By incorporating kitsch signage and decor, charming interiors and hipsterising the menu to some degree (a sprinkling of kale here, a brioche bun there, removing some deep fried goodies over there) they have not just survived – these white whales of the milk bar world have thrived.

But modern day hipsters can’t let the milk bar die

The whole ethos of hipsterism is predicated upon seeking out and nurturing what is historically special and real. Hipsterism and hipster eating has an almost violent dedication to what is genuine.

Hipsters and 80’s kids everywhere (they are not the same thing) demand that places like milk bars still exist in our modern world.  If you are worried about them, then go out and find a milk bar and buy a damn souvlaki and ice-cream spider, do it now!

I wrote this story with the aid of this brilliant and scintillating podcast on Richard Fidler’s Conversations which brought to life the legend of the Australian milk bar in roaring technicolour. 

A brief and enchanting history of Australian milk bars
A modern and hipstered milk bar – Jerry’s Milk Bar in Elwood


If an Australian milk bar had a soundtrack then this could be it. Cold Chisel’s Forever Now. A song about contemplation and chilling out in a diner/milk bar, waiting for someone or just thinking.

Published by Content Catnip

Content Catnip is a quirky internet wunderkammer written by an Intergalactic Space Māori named Content Catnip. Join me as I meander through the quirky and curious aspects of history, indigenous spirituality, the natural world, animals, art, storytelling, books, philosophy, travel, Māori culture and loads more.

33 thoughts on “A brief and enchanting history of Australian milk bars

  1. This article is truly a gem. The milk bar around the corner from my parents place is still there. Of course, it has changed hands at least a dozen times since I was a kid, but it is a constant reminder of my youth. I have lost count how many times I rode my bike to purchase a bag of lollies or the latest issue of Smash Hits (music magazine)! An icy pole on a hot summers day was also a no brainer, just show me the front door and I was off to the milk bar!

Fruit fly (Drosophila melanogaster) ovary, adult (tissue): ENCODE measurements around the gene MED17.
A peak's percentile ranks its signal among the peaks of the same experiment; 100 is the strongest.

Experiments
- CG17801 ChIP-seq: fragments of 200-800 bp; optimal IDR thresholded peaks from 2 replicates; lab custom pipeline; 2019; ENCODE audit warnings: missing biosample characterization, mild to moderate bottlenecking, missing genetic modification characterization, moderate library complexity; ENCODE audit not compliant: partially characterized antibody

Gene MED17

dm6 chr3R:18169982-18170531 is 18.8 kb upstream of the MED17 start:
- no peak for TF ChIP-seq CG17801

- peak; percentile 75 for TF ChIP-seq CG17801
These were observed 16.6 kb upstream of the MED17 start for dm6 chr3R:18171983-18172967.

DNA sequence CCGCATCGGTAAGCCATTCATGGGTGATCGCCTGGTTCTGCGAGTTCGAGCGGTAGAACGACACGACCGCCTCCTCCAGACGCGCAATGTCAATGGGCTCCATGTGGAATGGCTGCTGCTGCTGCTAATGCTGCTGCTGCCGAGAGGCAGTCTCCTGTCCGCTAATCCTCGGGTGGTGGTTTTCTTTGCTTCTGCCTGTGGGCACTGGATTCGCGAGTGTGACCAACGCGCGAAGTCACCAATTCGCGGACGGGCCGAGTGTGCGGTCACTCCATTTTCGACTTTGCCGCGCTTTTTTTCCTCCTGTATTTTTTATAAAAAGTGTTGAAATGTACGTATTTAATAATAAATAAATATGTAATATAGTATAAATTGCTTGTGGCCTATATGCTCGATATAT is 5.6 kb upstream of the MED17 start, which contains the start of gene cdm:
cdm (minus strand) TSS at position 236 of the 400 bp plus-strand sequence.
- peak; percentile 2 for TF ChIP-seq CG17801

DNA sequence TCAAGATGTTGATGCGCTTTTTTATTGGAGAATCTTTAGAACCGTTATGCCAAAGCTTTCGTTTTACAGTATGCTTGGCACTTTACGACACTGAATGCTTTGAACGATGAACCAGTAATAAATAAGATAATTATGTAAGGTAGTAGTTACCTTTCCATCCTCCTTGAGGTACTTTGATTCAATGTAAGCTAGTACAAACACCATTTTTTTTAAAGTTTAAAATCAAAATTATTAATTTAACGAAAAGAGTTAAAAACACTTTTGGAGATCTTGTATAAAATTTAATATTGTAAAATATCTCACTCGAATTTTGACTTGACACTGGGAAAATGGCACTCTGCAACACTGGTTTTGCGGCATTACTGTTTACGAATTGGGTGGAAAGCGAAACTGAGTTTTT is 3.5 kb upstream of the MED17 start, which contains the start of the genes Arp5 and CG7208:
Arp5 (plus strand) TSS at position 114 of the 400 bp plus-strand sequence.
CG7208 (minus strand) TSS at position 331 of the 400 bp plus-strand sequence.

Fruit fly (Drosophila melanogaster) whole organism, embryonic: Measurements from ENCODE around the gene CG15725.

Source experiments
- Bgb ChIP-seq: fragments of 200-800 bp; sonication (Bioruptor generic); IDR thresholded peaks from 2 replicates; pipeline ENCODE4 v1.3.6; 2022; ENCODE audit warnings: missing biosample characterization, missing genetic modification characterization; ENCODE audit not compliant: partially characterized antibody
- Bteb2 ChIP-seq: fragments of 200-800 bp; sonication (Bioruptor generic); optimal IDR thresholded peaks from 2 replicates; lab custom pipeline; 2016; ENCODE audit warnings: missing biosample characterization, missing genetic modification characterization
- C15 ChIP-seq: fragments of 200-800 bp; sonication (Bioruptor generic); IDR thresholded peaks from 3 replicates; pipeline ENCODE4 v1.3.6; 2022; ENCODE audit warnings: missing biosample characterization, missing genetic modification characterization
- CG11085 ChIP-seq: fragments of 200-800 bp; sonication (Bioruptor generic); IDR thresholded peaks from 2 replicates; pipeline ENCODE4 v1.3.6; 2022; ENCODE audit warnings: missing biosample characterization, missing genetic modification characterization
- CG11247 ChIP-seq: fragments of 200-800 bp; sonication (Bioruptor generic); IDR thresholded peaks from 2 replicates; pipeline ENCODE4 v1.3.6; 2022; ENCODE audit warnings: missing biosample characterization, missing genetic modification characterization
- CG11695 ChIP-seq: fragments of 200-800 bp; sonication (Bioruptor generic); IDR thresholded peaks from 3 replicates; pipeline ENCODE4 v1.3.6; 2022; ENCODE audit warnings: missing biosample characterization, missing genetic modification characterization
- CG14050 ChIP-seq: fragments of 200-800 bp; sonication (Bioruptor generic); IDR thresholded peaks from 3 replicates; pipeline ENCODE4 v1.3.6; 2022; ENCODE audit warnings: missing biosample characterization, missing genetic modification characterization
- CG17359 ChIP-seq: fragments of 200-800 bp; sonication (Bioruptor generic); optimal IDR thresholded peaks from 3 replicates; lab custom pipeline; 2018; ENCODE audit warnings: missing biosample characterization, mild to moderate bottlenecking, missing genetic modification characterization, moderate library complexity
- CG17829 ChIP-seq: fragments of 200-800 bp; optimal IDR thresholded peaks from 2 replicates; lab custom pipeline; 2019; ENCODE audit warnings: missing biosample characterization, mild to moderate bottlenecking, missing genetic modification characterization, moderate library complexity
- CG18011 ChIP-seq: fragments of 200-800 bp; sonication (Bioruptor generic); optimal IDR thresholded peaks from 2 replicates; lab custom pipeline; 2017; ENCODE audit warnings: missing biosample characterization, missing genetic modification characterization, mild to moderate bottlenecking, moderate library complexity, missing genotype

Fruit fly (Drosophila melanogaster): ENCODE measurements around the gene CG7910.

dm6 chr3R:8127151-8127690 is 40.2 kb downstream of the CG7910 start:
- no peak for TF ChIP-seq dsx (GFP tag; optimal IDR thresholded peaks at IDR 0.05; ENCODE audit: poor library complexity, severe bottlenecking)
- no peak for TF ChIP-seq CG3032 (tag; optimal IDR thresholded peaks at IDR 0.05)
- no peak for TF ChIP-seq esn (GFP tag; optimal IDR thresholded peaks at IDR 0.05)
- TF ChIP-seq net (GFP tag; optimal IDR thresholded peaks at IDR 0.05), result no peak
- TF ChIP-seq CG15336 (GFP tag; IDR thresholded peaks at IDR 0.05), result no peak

Liked by 2 people

  2. oh my! well, I do live and learn, especially when I return to your blog 🙂
    a few words here I am going to have to go and look up!

    Milk Bars?! never heard of them, clearly nobody bothered to share the idea
    with us Brits?!


    Liked by 2 people

    1. I guess it is sort of like corner shop or the off-licence that you have there? Each place has it’s own funny name for it, in New Zealand they are called Dairies. Big hugs to you Niki thanks for stopping by to read xxxx


      1. Really Liz? I thought they were all called Dairies in New Zealand that’s an interesting factoid. I am going to look at your link now to your earlier post. Thanks for sending it and I hope you are well 🙂💚

        Liked by 1 person

  3. Heart-warming shots…and to be slowly replaced by 7-11s….depressing. I lived on Hotham street about 10 years ago and was about to ask where it was exactly but I think I remember it. That one had seen better days but there was another one that was great not too far away.

    Liked by 1 person

    1. Hey mate sorry it took so long to reply to your comments, still travelling around. Hotham st is somewhere in East St Kilda. I used to live there too ages ago, but off Wattletree rd which is Malvern East, so not far from there. That one on Hotham St I believe is still there, but who knows nowadays. Yes 7/11s taking over everything which is sad. I noticed there are still a lot of these dairy’s in country NZ… I find it really cheery seeing them, it’s like seeing an old friend 🙂